Some examples: Corporate executives in the U.S. take advantage of deficiencies in our corporate governance laws to seize an increasing share of corporate revenue, enriching themselves at the expense of other stakeholders. Pharmaceutical companies successfully lobbied to prohibit the federal government - the largest buyer of drugs - from bargaining over drug prices, resulting in taxpayers overpaying by an estimated half a trillion dollars in about a decade.

Mineral companies get resources at below competitive prices. Oil companies and other corporations get "gifts" in the hundreds of billions of dollars a year in corporate welfare, through special benefits hidden in the tax code. Some of this rent-seeking is very subtle - our bankruptcy laws give derivatives (such as those risky products that led to the $150 billion AIG bailout) priority but say that student debt can't be discharged, even in bankruptcy.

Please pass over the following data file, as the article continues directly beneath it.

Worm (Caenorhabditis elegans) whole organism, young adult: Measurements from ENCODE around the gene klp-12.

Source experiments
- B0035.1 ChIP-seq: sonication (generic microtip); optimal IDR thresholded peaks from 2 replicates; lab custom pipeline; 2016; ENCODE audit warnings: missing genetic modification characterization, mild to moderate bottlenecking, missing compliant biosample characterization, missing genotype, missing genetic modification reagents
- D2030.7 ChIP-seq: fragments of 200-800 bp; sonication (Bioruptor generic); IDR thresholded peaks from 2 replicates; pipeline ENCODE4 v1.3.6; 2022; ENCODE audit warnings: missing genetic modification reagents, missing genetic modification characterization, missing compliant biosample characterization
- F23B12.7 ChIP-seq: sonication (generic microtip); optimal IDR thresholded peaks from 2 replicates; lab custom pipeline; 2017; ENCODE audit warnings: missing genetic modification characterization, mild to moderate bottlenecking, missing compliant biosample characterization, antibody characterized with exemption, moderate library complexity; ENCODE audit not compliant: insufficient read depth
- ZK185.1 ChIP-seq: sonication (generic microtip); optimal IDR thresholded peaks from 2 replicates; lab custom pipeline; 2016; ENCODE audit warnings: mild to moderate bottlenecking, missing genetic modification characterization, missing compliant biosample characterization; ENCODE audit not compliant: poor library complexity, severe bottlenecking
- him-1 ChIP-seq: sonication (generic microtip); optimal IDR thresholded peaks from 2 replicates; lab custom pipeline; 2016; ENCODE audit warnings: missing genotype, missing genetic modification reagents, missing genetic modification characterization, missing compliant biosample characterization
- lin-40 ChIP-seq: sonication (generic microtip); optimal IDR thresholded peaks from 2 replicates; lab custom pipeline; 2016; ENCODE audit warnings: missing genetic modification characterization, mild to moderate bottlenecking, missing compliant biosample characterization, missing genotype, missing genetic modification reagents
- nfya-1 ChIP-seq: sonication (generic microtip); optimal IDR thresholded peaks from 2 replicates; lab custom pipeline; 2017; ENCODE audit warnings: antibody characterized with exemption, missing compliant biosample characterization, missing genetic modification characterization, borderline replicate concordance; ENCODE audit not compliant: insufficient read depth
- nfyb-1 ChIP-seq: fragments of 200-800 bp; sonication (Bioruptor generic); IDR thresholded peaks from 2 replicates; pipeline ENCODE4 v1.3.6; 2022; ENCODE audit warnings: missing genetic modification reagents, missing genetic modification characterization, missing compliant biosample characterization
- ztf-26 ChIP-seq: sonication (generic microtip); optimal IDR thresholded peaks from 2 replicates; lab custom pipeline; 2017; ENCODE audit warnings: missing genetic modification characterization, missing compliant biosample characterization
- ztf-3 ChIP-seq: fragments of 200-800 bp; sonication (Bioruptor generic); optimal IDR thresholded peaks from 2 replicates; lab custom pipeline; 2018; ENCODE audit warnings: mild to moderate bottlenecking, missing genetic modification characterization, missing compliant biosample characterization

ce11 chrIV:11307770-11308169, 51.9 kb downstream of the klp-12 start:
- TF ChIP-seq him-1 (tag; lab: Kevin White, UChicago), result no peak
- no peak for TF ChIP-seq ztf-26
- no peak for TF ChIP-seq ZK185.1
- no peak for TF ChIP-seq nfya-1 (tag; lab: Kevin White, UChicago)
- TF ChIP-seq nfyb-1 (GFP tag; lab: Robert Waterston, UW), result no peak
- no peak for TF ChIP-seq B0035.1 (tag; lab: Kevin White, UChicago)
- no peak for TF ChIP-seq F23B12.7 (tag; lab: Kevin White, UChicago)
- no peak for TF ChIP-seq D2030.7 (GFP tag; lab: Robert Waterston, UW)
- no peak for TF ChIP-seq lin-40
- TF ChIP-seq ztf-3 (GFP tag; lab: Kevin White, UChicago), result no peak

Rent-seeking distorts the economy and makes it less efficient.

If we curbed these abuses by the financial sector, more resources (especially the scarce talent of some of our brightest young people) might be devoted to making a stronger economy rather than to exploiting the financially unsophisticated. And the banks might actually go back to the boring business of lending rather than high-risk and often opaque speculation.

Curbing rent-seeking is not that complicated (aside from the politics). It would take better financial regulations, fairer and better-designed bankruptcy laws, stronger and better-enforced antitrust laws, corporate governance laws that limit the power of CEOs to effectively set their own pay, and, in all of these areas, more transparency. Because so much of the income at the top is from rent-seeking, more progressive taxation (and in particular, taxation of capital gains) is necessary to discourage it. And if the additional revenue is used by the government for high-return public investments, there are double benefits.